Plebiscite on 11 February 2017: Know the Facts


The Marriage Plebiscite has been set to take place on 11 February 2017. That is, if Labor doesn’t find a way to block the Australian people from having a say in the matter. As reported by Student Edge:

According to the ABC, Prime Minister Malcolm Turnbull’s cabinet last night decided on the February 11 date for the mooted marriage equality plebiscite, along with the question that’ll be put to voters: “Should the law be changed to allow same-sex couples to marry?”

However, the fate of the plebiscite most likely rests with Labor and Opposition Leader Bill Shorten... Shorten introduced a private members bill to Parliament seeking to legalise same sex marriage without a plebiscite. (His is just one of four - likely unsuccessful - marriage equality bills now on the table.)

Shorten’s attempt to push changes to the Marriage Act through the Parliament without a proper debate and without giving the Australian people their right to be heard shows that he either doesn’t care about, or does not understand the true implications redefining marriage has for Australia. The marriage debate is not about homophobia or bigotry by any means. The legalisation of same-sex marriage would pave the way for all kinds of “relationships” to be legally sanctified, require a dramatic and disturbing change in the education of children and erode fundamental rights of Australians, as it has already done to citizens in other countries.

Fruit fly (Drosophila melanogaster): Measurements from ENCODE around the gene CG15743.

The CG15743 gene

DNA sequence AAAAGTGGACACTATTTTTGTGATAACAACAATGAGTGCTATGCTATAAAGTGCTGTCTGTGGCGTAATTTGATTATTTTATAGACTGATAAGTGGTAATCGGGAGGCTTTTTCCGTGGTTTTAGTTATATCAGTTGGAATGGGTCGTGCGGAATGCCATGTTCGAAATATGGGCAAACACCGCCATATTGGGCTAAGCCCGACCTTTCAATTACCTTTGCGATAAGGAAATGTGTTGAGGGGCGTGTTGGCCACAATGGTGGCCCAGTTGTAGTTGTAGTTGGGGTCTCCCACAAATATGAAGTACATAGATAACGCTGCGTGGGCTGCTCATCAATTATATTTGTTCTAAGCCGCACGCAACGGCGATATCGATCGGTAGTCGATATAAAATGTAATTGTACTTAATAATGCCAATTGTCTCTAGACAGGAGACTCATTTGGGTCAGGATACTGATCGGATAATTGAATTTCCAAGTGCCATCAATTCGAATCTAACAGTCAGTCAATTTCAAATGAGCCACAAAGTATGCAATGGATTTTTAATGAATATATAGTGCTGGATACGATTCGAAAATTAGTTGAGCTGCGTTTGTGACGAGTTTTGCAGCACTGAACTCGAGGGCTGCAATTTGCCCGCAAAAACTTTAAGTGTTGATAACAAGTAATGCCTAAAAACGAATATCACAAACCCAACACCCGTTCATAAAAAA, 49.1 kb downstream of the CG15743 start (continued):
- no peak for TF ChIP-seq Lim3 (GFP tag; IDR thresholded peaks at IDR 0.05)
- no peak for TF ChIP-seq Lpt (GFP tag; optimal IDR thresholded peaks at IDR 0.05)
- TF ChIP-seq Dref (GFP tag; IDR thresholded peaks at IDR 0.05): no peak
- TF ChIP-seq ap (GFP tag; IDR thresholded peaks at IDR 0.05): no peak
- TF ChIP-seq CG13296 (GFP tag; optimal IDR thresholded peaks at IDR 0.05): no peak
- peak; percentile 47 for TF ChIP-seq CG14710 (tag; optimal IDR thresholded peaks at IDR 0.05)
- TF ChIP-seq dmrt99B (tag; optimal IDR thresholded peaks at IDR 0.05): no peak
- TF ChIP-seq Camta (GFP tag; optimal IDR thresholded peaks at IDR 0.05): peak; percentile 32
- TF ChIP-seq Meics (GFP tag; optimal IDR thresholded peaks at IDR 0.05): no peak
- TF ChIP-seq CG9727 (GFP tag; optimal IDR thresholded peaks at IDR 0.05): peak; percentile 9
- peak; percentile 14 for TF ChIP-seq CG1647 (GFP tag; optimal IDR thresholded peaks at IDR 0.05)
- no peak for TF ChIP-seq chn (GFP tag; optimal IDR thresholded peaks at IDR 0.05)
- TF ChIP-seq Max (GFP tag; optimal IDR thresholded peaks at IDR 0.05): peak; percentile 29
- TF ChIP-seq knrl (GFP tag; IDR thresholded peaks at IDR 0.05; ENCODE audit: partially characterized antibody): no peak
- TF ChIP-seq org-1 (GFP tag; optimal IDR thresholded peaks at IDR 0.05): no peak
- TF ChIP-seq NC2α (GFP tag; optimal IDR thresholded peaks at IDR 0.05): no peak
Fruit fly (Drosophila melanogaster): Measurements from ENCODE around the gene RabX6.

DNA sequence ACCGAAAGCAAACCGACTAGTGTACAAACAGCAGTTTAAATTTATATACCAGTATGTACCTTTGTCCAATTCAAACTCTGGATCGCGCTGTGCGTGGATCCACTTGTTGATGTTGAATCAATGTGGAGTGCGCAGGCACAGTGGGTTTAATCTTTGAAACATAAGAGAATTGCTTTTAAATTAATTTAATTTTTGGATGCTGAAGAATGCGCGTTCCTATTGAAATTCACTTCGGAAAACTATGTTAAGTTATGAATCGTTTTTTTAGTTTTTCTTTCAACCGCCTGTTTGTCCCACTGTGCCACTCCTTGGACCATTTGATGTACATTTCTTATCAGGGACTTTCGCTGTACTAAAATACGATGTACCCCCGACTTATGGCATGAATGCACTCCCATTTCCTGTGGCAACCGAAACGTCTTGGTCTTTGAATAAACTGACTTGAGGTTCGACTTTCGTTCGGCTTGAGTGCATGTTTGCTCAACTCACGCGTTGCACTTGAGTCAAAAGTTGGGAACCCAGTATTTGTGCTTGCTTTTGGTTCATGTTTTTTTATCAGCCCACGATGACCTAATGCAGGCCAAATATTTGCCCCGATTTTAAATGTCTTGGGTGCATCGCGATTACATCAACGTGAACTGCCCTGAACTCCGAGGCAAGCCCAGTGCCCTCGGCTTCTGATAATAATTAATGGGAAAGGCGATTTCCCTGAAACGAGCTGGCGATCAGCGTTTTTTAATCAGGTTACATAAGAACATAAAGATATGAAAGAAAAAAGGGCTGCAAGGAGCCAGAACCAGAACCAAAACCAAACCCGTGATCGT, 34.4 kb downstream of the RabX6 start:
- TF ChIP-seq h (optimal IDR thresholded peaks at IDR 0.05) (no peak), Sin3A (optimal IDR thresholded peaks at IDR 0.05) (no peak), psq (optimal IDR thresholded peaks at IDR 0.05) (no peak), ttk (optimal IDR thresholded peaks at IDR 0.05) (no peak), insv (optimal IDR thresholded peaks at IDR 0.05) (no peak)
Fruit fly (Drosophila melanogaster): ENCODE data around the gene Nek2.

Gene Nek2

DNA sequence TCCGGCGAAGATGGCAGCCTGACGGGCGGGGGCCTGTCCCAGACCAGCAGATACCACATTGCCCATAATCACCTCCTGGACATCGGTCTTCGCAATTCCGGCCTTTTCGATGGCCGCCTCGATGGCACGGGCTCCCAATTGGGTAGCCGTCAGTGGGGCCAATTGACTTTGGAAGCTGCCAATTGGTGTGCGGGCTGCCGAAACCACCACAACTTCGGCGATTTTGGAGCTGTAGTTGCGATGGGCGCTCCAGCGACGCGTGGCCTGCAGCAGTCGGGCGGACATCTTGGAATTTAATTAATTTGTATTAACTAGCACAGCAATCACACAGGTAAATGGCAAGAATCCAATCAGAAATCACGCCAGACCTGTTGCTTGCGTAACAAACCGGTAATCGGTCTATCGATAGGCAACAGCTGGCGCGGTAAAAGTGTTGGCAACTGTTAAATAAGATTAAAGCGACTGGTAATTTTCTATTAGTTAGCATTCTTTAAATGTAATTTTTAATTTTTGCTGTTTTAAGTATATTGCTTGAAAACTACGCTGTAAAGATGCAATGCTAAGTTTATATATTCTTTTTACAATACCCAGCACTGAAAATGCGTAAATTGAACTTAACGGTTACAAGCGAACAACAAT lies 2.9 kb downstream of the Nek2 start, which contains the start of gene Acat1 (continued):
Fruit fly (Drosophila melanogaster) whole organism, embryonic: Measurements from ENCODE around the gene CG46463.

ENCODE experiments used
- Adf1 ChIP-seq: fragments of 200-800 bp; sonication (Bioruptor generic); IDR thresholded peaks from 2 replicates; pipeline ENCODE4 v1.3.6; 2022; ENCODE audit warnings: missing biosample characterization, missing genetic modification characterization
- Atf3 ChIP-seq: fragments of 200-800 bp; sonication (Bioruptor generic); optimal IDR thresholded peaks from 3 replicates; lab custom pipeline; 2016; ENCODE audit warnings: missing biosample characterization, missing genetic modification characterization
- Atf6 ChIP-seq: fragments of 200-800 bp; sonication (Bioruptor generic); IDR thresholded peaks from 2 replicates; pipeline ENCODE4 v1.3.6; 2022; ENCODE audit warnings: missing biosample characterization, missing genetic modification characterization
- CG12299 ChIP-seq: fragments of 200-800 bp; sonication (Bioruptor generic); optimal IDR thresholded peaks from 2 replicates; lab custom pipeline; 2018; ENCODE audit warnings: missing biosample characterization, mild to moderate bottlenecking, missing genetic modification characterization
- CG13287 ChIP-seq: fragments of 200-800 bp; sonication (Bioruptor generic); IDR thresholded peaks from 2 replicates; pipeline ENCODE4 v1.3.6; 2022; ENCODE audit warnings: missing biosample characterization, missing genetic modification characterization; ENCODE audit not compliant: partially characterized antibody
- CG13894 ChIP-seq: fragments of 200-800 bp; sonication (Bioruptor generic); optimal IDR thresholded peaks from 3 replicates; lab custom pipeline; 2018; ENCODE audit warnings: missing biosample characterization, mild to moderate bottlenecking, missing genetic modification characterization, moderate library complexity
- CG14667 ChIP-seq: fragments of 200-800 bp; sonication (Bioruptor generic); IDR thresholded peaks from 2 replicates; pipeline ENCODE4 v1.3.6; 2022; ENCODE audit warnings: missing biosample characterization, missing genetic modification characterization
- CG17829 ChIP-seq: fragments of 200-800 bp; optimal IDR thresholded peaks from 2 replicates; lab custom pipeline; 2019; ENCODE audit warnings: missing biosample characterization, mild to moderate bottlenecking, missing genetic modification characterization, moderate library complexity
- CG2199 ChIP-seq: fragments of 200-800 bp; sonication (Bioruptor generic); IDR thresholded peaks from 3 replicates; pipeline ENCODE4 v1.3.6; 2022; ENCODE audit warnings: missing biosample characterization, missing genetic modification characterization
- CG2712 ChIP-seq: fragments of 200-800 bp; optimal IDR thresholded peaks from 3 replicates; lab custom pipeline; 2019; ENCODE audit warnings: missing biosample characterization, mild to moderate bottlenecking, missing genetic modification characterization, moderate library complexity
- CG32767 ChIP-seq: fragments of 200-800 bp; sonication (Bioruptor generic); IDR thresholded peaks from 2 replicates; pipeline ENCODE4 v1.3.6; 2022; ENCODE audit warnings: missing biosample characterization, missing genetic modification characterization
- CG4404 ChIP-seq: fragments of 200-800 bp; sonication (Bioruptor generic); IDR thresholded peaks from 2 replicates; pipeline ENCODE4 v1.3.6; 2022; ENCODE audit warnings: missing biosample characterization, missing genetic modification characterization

Shorten and Labor have made clear their desire to legalise same-sex marriage without any input from the Australian people. They claim that they want this issue “done,” but what they really want is to get their way, even if it means denying the people a say in the matter.

As we approach the plebiscite, it is crucial that the truth about same-sex marriage and its consequences is made known. There is far more to the issue than merely a union between two people; marriage is the institution that has supported, saved, and sustained society for millennia. The date may be set, but a lot can happen between now and 11 February. Marriage affects all of us, which is why, when it comes to time to make a decision, we must ensure that the people have a voice and a vote on this most critical issue.

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